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Adagio Hammerklavier (1973) marks the period in which Hans van Manen started to use classical pointework more often, and in this ‘timeless classic of twentieth-century dance’ he did so in a way that was exceptionally lyrical for him.

As usual, Van Manen took his inspiration from the music; in this case, Christoph Eschenbach’s unusually slow performance of the adagio from Beethoven’s Piano Sonata no. 29 in B-flat major. The master choreographer was inspired to carry out a deep investigation into just how slow a movement can be. He once described the result as, “a wheel that is still just moving after a push, just before it falls.”

From the Stage

Female dancer against a black backdrop holds her arms above her head and one leg is raise near vertical , foot above her head
Male and female dancer in white perform synchronous arabesque
Dancers in white standing one behind the other, half look to the sky with their arms raise like Atlas
Dancers in white, one standing and holding the other by their arms as they are close to the ground, on knee bent and the other leg stretched out front
Three couples, each wearing white, a male holds steady a female who is leaning forward on one foot while the other leg is extended in the air behind her

Production photos featuring dancers Joseph Taylor, Dominique Larose, Alessandra Bramante, George Liang, Amber Lewis, and Jonathan Hanks. All taken by Emily Nuttall.

From the Rehearsal Room

Female dance in splits, one leg in front of her, torso leaning forward and her head touching her lower leg, her arms help up and supported by the male dancer.
Three couples, the women standing on one foot, leaning to one side, hands on hips, and the other leg raised high above them, the male supporting them by holding their waists
Male dancer lifts female dancer above his head, his arms fully extended, one hand by her waist and another holding her leg as she is in a classic arabesque pose.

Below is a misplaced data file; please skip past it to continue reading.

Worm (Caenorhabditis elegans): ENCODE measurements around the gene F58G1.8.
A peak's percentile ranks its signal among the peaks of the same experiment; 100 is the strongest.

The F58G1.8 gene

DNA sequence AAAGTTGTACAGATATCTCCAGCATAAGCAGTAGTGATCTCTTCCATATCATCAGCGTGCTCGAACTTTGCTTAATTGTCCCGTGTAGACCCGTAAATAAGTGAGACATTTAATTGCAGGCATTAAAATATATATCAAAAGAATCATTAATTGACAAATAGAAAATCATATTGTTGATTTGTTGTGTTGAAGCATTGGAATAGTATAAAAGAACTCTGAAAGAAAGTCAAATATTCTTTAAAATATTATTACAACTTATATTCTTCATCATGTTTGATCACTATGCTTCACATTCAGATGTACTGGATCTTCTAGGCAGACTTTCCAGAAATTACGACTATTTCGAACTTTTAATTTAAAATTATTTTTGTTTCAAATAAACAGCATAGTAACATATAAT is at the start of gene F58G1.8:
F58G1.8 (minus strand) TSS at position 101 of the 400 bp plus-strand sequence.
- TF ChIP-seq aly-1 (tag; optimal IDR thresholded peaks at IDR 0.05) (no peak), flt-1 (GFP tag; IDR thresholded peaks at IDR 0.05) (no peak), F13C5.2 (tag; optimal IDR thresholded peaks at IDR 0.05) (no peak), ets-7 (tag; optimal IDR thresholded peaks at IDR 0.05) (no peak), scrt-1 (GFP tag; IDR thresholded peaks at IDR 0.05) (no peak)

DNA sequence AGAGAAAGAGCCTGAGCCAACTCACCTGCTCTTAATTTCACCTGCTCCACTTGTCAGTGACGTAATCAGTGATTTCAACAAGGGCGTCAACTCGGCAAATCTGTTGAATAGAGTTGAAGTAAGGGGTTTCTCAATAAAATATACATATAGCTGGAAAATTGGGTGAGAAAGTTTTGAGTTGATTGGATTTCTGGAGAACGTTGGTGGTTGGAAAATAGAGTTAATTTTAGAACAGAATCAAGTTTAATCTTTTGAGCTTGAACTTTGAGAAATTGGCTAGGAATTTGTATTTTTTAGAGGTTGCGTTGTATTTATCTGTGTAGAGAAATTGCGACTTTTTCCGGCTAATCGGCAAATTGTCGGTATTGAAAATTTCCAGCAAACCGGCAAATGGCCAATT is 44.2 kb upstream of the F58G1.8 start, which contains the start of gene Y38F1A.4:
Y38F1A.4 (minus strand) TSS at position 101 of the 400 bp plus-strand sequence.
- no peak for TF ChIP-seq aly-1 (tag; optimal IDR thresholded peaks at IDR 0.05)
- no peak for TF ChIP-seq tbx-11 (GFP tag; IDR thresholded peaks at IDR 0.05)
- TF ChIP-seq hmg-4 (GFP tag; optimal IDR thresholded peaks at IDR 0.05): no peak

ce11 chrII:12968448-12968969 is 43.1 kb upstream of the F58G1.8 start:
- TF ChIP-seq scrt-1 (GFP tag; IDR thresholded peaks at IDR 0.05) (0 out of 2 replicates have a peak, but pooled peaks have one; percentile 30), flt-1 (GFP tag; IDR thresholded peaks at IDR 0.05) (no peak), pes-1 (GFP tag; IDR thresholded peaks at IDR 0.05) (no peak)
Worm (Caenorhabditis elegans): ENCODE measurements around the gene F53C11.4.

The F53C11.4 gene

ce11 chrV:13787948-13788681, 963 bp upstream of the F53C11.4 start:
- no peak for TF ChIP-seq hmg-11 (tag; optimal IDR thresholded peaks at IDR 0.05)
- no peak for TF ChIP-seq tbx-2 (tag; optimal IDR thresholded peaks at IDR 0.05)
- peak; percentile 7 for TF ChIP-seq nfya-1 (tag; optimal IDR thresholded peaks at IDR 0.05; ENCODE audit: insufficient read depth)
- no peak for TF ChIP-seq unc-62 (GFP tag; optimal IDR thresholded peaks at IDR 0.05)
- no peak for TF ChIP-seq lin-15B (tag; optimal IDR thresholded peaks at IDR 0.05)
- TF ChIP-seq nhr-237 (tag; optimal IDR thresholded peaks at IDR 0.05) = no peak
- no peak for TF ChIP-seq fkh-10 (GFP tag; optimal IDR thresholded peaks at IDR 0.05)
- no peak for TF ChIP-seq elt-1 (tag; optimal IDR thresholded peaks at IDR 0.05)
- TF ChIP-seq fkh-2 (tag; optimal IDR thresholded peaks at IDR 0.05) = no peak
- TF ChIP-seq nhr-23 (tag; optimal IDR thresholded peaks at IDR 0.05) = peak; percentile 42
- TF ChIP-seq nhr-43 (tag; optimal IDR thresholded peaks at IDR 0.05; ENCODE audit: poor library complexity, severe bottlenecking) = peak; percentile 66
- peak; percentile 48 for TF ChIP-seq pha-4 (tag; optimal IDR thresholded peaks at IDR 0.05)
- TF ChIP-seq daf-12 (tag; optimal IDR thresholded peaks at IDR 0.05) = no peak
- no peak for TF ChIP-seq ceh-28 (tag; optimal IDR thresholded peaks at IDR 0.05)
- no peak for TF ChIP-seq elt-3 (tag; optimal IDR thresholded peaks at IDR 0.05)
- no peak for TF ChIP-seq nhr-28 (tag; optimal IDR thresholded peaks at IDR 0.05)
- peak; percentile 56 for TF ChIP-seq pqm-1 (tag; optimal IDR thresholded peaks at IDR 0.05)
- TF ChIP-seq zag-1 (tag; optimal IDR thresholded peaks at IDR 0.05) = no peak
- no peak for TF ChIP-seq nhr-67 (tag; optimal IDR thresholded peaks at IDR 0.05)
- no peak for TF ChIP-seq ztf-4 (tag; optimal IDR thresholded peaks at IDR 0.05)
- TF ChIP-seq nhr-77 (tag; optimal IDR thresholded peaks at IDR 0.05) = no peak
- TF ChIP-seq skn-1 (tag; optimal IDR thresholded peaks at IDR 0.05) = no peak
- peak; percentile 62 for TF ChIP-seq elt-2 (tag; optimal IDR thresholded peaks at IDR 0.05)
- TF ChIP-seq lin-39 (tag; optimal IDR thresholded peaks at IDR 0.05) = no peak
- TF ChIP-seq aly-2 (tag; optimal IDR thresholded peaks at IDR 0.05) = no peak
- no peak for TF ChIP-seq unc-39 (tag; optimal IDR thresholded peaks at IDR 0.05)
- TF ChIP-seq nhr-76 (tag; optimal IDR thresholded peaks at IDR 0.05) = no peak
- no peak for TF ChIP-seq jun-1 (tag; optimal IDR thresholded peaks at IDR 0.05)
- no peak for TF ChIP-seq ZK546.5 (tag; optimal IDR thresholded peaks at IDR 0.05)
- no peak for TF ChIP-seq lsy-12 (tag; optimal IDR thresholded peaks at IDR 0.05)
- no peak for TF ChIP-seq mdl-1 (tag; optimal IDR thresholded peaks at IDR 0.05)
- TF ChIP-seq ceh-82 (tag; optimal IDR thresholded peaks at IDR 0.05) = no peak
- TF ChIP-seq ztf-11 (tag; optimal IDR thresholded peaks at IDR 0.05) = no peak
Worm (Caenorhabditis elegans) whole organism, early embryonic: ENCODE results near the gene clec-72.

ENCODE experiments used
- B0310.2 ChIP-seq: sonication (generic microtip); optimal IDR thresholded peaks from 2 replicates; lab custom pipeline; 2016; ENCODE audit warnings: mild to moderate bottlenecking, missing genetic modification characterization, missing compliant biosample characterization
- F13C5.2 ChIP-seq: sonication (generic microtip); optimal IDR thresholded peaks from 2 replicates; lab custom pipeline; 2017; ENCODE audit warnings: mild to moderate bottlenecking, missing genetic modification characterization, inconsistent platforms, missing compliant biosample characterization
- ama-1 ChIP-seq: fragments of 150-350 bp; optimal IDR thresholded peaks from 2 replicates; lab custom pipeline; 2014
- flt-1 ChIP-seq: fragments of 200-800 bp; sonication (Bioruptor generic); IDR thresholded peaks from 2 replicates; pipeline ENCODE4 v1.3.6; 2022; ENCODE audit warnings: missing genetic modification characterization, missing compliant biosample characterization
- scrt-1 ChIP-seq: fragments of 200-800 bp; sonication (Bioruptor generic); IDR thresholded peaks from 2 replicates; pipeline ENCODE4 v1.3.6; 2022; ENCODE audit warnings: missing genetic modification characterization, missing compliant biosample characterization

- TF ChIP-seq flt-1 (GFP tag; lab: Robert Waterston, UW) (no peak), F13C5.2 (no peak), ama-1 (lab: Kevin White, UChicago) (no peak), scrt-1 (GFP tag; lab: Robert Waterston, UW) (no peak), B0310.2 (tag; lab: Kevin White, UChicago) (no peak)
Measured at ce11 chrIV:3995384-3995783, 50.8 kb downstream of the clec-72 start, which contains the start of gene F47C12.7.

Three male/female couples him supporting her by the waist as she as she leans back, draped over his hold and en pointe.
Repetiteur Larissa Lezhnina wearing round glasses and a mauve top and holding a letter while she addresses dancers in a rehearsal
Female dancer en pointe in extreme arabesque, her extended leg behind her raised and her body leaning forward as a male dancer supports her by her arms which are raised above her head.
Female dancer in arabesque while a male supports her by holding her waist

Rehearsals of Adagio Hammerklavier by Hans Van Manen featuring dancers Joseph Taylor, Dominique Larose, George Liang, and Alessandra Bramante with Larissa Lezhnina. Photos by Emily Nuttall and Sophie Beth Jones.

In the opening section and the subsequent short pieces for the six soloists, it is evident how much the dancers have to move as one and almost breathe together. Each group section is followed by a duet for one of the couples. The first is tender, although the woman does regularly try to escape the man. Here, the movement idiom is downwards and grounded, whereas the second dynamic duet seems about to take flight, with snappy extensions and high lifts. The tangible unrest of these two duets makes way in the third pas de deux for harmony and submission. In breathtaking slow motion, the deceleration reaches its absolute peak here.

Music by Ludwig van Beethoven

Piano Sonata No. 29, Op. 106 III. Adagio sostenuto

Performed live by:

Colin Scott - Piano

Set design by

Jean Paul Vroom

Lighting design by

Jan Hofstra

Lighting revival by

Bert Dalhuysen

Restaged by

Larisa Lezhnina & Rachel Beaujean

Costume design by

Jean Paul Vroom

Costumes provided by

English National Ballet

Running time 25 minutes